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Consumer Preferences and the Concept of Utility Chapter 3

3.1 Representations of Preferences

Market Basket A collection of goods and services that an individual may consume. Baskets
may include different levels of the same goods, or different goods altogether.
Consumer preferences Tell us how an individual would rank any two baskets, assuming that
the baskets were available at no cost. E.g. 1 basket might have 7 jeans and 2 shorts, and
another might have 2 jeans and 7 shorts.
Assumptions about consumer preferences;
1. Preferences are complete
- Meaning that consumers are able to rank any two baskets
2. Preferences are transitive
- Means that the consumer makes choices that are consistent with each other. I.e.
if A>B, and B>C, then A>C
3. More is better
Ordinal Ranking Ranking that indicates whether a consumer prefers one basket to another,
but doesnt contain quantitative information about the intensity of the preference
Cardinal Ranking A quantitative measure of the intensity of a preference for one basket over
another. Often easier for consumers to answer a question about ordinal ranking than cardinal.

3.2 Utility Functions

The three assumptions allow us to represent preferences with a utility function. A utility
function measures the level of satisfaction that a consumer receives from any basket of goods.
Marginal Utility The rate at which total utility changes as the level of consumption rises. The

marginal utility for good y is = . The marginal utility is the first derivative of the utility

function, or the slope of the tangent line to the utility graph
Principle of diminishing marginal utility:
- Total and marginal utility cannot be plotted on the same graph because the vertical
axis on the total utility graph is the utility from consuming the good, while the
marginal utility graphs has a vertical axis of marginal utility from consuming the
- The principle states that after some point, as consumption of a good increases, the
marginal utility will begin to fall.
Preferences with multiple goods: marginal utility, indifference curves, and MRS:
When looking at multiple goods, the Marginal Utility looks at how the level of satisfaction
changes for good x at different levels of consumption, while holding the other good, good y,
at a constant level of consumption.
Indifference Curves A curve connecting a set of consumption baskets that yield the same
level of satisfaction to the consumer. What different combinations of goods lead to the same
level of utility.
Properties of indifference curves:
1. When the consumer likes both good (when MUx and MUy are both positive), all the
indifference curves have a negative slope
2. Indifference curves cannot intersect
- Each curve represents a set of combinations of goods that give a specific level of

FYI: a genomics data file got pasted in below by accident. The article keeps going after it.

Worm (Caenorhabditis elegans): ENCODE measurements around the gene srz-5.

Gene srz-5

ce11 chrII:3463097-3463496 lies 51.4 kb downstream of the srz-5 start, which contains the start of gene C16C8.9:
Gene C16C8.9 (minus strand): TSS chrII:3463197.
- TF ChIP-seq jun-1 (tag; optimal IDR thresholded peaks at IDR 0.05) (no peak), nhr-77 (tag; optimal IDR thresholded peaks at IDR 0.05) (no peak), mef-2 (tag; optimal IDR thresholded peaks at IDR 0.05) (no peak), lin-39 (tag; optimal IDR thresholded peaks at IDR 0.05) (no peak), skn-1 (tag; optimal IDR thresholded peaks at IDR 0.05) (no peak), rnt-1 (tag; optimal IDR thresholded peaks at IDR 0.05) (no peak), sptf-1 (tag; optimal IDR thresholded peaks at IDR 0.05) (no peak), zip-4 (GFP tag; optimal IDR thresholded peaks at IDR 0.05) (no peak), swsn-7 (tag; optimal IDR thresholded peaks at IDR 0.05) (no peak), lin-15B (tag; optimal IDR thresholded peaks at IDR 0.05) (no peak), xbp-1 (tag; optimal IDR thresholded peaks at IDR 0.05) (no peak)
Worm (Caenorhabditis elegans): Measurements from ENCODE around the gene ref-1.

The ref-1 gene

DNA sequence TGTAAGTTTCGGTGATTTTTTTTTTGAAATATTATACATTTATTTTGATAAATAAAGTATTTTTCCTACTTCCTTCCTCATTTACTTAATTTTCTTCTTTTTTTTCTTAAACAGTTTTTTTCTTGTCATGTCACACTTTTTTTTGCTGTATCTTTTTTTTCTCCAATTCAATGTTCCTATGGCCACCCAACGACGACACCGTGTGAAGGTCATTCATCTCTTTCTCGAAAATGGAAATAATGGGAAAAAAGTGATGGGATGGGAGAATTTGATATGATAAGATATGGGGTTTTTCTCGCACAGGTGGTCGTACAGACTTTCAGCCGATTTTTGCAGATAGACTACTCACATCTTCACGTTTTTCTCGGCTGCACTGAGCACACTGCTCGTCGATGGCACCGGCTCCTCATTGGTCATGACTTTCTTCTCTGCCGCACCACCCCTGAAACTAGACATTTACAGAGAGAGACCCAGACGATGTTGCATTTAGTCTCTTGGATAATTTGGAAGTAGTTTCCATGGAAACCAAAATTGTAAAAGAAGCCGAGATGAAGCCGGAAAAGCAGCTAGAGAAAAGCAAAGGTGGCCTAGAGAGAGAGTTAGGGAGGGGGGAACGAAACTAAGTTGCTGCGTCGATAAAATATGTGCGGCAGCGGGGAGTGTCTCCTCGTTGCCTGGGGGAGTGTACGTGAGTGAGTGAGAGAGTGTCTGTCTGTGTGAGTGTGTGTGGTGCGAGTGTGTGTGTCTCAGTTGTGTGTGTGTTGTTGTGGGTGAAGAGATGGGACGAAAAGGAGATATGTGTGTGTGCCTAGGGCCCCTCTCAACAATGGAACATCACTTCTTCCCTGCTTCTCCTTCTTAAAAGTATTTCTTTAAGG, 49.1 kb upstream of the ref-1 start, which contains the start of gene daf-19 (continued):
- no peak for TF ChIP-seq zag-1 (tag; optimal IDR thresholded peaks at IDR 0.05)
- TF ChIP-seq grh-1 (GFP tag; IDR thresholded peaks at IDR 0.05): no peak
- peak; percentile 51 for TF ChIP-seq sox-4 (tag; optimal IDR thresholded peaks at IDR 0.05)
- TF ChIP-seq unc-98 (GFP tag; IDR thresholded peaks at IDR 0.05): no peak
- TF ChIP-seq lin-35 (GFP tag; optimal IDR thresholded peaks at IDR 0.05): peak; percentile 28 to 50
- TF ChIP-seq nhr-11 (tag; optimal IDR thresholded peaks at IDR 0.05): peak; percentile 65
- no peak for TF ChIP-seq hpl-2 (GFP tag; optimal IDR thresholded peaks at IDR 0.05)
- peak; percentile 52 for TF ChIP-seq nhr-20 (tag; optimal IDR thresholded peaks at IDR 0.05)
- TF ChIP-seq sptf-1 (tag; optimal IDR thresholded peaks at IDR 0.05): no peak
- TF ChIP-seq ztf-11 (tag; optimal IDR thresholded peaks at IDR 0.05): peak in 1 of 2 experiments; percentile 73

utility. Different curves, different levels of utility. If two curves intersected, the
intersection point would represent a combination of goods with two different levels
of utility
3. Every consumption basket lies only on one indifference curves
4. Indifference curves are not thick
- See picture below

Marginal Rate of Substitution The rate at which the consumer will give up one good to get
more of another, holding the level of utility constant. When both goods have positive marginal
utilities, the marginal rate of substitution is the slope of the indifference curve. The marginal
rate of substitution of x for y (MRSx,y), is the rate at which the consumer is willing to give up y
in order to get more of x, holding utility constant. It is the slope of the indifference curve
because the slope shows how much of good x needs to be given up to get more good y along
the indifference curve (the slope). Therefore the MRS is the first derivative of the indifference
curve. On a graph with x on the horizontal axis and y on the vertical axis, MRSx,y at any point
is the negative of the slope of the indifference curve. We can also express the MRS for any
basket as a ratio of the marginal utilities of the goods. When considering two goods, the
change in consumer utility will be:
= () + ()

However, must =0, because as you move along any point on the indifference line, utility
remains unchanged.
0 = () + ()

And therefore:
() = ()

We can now solve for the slope of the indifference curve (/) by rearranging the above

= = ,

Lastly, since we know that MRSx,y is the negative of the slope of the indifference curve, we
observe that the in the equation above, the left hand side becomes negative while the right
becomes positive, meaning that:

= ,

Why is the MRS the ratio of the two marginal utilities:

- Because the MRS is the same as the slope of the indifference curves, and the ratio
of the marginal utilities shows how much of each good the consumer is willing to
give up in order to get the other good (i.e. the slope of the indifference curve)
Diminishing Marginal Rate of Substitution For many goods, MRSx,y diminishes as the amount
of x increases along an indifference curve. This is because as you have more of one good and
less of another, you are willing to give up more of one good in order to get less of the other. If
you have 100 glasses of lemonade and 2 glasses of orange juice, you would be willing to give
up a lot of lemonade for a relatively small amount of orange juice. This explains why the
indifference curve becomes flatter.